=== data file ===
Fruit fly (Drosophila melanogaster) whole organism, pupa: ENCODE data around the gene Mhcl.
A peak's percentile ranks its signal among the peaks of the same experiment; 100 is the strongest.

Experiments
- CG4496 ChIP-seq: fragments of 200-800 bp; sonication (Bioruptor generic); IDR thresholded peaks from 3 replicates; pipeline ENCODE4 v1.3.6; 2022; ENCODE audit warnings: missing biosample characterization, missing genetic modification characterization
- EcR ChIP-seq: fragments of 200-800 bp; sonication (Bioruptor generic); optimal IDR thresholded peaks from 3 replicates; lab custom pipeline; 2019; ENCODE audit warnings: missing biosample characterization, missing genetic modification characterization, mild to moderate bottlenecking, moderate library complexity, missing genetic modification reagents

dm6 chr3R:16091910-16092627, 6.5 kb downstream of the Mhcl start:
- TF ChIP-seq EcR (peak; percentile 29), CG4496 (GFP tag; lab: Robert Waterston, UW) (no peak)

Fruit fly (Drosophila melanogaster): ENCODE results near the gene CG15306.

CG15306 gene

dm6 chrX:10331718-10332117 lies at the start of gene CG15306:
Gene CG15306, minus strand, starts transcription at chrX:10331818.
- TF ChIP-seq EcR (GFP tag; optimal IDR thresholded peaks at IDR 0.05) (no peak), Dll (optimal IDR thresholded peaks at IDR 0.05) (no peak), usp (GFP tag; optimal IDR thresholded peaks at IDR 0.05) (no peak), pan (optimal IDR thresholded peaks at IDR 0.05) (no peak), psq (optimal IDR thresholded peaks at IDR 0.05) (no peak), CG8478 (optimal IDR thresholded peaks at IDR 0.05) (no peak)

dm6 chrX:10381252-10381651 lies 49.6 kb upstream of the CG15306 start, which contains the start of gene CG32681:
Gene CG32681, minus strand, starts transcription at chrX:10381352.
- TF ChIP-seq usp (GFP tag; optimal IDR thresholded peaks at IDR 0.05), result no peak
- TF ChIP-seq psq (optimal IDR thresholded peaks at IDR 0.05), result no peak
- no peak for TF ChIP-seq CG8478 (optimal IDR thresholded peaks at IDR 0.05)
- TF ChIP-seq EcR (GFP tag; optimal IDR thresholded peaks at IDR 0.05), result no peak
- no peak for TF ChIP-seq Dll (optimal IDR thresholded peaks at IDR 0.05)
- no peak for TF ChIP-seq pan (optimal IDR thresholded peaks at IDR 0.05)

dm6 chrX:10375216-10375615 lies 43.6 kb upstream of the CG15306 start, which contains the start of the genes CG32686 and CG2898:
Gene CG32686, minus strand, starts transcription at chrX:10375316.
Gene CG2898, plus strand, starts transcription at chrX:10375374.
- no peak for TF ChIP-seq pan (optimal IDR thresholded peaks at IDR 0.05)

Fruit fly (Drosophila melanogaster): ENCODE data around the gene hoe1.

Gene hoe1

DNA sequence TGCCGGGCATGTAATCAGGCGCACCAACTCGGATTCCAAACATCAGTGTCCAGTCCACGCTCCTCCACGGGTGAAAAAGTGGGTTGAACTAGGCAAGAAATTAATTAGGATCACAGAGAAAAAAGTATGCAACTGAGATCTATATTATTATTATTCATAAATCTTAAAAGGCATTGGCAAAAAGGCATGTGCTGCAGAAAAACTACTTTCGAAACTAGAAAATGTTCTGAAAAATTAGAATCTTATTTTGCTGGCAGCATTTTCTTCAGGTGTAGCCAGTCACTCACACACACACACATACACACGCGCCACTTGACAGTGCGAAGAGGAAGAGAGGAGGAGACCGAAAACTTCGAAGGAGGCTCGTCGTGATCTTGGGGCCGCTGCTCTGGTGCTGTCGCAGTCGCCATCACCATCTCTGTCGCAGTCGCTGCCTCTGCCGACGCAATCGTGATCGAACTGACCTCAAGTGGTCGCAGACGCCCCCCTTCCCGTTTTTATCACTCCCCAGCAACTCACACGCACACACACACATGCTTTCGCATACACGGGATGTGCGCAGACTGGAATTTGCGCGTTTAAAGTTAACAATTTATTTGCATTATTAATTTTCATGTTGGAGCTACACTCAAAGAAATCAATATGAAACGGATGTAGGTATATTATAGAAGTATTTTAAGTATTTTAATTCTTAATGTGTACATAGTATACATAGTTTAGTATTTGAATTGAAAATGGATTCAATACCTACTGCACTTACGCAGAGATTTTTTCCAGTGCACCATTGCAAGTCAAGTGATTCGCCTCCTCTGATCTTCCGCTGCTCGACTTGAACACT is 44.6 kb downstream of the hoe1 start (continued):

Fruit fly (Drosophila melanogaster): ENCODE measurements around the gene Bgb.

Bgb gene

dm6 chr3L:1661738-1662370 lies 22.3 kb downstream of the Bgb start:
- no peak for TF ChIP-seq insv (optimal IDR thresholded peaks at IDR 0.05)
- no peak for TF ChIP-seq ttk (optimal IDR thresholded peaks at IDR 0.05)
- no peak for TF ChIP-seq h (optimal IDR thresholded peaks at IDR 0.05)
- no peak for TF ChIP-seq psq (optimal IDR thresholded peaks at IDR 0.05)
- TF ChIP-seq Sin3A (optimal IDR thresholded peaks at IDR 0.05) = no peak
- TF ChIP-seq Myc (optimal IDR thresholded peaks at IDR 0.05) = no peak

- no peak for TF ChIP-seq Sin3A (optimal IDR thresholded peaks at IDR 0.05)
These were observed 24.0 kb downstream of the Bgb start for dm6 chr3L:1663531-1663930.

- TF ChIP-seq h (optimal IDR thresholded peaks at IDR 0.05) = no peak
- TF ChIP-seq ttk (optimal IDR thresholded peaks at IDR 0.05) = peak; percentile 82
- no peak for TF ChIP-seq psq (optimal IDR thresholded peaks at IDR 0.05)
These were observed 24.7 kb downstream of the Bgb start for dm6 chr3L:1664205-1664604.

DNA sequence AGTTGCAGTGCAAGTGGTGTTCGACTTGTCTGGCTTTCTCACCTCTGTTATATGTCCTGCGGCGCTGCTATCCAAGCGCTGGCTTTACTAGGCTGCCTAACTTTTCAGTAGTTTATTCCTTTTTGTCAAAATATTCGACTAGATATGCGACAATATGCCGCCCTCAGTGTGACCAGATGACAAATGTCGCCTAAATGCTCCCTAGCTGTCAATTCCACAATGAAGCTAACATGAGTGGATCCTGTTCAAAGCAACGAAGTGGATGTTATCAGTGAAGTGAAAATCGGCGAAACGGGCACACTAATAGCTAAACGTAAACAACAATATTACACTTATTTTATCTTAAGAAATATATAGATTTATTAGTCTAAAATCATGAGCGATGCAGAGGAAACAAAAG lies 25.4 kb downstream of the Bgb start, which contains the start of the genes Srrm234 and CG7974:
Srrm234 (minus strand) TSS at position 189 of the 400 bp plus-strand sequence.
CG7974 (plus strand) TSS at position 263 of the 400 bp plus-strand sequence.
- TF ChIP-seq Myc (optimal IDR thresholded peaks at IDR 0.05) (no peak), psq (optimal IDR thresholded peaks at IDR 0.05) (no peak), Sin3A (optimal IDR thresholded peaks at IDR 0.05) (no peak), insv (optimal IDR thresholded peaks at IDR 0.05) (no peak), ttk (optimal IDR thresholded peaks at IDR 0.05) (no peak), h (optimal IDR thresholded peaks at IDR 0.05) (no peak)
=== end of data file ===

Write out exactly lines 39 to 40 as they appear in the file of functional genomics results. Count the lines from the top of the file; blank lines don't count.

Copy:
- TF ChIP-seq h (optimal IDR thresholded peaks at IDR 0.05) = no peak
- TF ChIP-seq ttk (optimal IDR thresholded peaks at IDR 0.05) = peak; percentile 82